A quick guide to feeding your new puppy

There's nothing like bringing a new puppy home and welcoming it into your family. Their adorable faces could melt just about any heart, and - oh! - taking a deep breath full of new-puppy smell is certain to make you smile.

To top it off, there's also all the funny things that puppies do as they learn about the world around them. They make funny little hopping movements when surprised by something new and there's the sweet snuffling noises as they learn to use their noses to see the world in the olfactory way dogs do.

Of course, you only want the best for your puppy, so you buy him a nice soft bed and some top-quality toys. You make an appointment with your trusted veterinarian to get the little guy checked out and started on his vaccinations and other preventative care. You read up on the best training methods, keep a bowl of fresh clean water out all the time and make sure you provide plenty of attention and play time.

But what about your pup's nutrition? Giving your puppy the right kind of food and the proper amount is essential for him to grow up to be a healthy adult dog.

According to the UK Kennel Club, puppies grow about 20 times faster than older dogs, and since your pup's brain, bones and muscles are still developing, it's essential that his diet aids this development.

Trusted brands like Arden Grange dog food, James Wellbeloved and Royal Canin all offer specially-formulated puppy foods that will give your little bundle of fur everything he needs to grow up strong and healthy, and if you're choosing one of these brands, be sure to check the size of the breed each food is designed for. After all, a Great Dane puppy is going to have different nutritional requirements than a young Yorkie, for example.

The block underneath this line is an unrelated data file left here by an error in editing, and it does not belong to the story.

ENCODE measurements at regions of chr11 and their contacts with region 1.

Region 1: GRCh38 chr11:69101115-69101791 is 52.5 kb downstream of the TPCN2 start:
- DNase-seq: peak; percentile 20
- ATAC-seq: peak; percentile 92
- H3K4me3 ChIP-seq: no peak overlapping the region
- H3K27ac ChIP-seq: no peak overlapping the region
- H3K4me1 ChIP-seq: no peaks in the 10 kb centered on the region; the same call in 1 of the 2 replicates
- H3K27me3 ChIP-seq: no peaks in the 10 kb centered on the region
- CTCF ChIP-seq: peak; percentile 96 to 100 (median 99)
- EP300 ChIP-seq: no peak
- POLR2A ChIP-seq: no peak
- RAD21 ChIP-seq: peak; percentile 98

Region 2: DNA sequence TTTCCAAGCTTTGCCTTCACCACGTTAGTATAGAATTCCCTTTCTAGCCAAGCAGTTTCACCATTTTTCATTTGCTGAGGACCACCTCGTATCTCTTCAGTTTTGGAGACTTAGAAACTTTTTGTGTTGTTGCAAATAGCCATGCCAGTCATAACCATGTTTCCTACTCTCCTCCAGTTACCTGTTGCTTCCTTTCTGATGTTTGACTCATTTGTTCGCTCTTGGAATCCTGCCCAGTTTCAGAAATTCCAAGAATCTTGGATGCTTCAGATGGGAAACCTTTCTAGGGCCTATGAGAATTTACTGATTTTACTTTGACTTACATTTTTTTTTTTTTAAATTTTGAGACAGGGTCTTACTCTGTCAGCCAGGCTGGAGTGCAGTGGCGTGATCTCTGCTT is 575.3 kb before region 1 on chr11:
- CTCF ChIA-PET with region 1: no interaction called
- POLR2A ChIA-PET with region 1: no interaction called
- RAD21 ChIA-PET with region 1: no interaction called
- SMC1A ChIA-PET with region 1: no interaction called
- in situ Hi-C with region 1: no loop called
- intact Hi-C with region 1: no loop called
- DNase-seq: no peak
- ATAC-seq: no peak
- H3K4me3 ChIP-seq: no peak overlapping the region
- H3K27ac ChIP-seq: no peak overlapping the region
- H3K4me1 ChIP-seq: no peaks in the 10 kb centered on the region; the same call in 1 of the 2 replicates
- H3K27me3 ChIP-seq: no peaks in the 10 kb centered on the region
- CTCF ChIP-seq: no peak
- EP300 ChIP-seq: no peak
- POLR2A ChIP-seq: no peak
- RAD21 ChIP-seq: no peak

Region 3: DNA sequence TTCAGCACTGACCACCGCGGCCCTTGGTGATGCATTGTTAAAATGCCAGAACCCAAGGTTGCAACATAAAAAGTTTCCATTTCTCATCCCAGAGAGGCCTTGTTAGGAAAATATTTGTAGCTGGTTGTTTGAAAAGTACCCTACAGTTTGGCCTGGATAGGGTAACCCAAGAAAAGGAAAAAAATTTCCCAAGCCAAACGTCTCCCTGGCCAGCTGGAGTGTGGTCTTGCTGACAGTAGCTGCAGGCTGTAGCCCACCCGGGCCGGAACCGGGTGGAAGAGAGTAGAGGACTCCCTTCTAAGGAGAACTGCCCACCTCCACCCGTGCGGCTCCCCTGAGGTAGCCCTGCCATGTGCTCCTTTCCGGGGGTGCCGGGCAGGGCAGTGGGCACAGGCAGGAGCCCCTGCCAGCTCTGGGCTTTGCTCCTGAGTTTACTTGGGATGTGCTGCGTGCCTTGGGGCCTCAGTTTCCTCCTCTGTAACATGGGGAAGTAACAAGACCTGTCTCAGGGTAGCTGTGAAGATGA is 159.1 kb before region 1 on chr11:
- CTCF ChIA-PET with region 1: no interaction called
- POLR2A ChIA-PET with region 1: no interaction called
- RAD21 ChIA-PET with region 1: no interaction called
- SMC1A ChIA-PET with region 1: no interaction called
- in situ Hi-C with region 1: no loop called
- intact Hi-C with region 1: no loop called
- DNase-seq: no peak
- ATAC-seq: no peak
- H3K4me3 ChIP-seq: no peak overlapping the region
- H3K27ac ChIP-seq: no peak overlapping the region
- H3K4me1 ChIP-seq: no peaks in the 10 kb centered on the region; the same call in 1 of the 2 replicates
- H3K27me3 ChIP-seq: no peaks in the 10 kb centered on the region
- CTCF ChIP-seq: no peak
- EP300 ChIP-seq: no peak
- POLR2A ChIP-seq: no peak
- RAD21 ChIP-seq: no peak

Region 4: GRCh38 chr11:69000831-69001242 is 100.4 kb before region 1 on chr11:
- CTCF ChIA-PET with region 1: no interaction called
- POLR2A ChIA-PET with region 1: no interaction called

Before you bring your puppy home, it can be a good idea to find out what the breeder or animal shelter was feeding them, and to get a small amount of that to start your puppy on. Remember that dogs have sensitive stomachs, and sudden changes in diet can cause unpleasantness like vomiting and diarrhoea. Wean your puppy on to the new food, first with a 25/75 mix, then a 50/50 mix, then a 75/25 mix before moving on to your chosen food entirely.

The Kennel Club says you should try to feed your pup four regular meals a day up until the age of four months. Then you can reduce this to three meals a day until the dog is six months old. Two meals a day should suffice from six months of age, and for the rest of the dog's life.

They also say that it's best to not leave the food down all the time. Instead, simply pick up the bowl after 20 minutes and throw away any uneaten kibble. In addition, they remind us that fresh water should be available at all times.

Finally, be sure to consider how much food you're giving your pet. The right measurement will depend on your dog's size, as well as his activity level. By reading the food packaging, you should get a good idea of a starting point, and this can be adjusted depending on how your pet's weight fluctuates.

If you have any questions about your pet's diet or overall health, be sure to check with your vet.

Written by: Hannah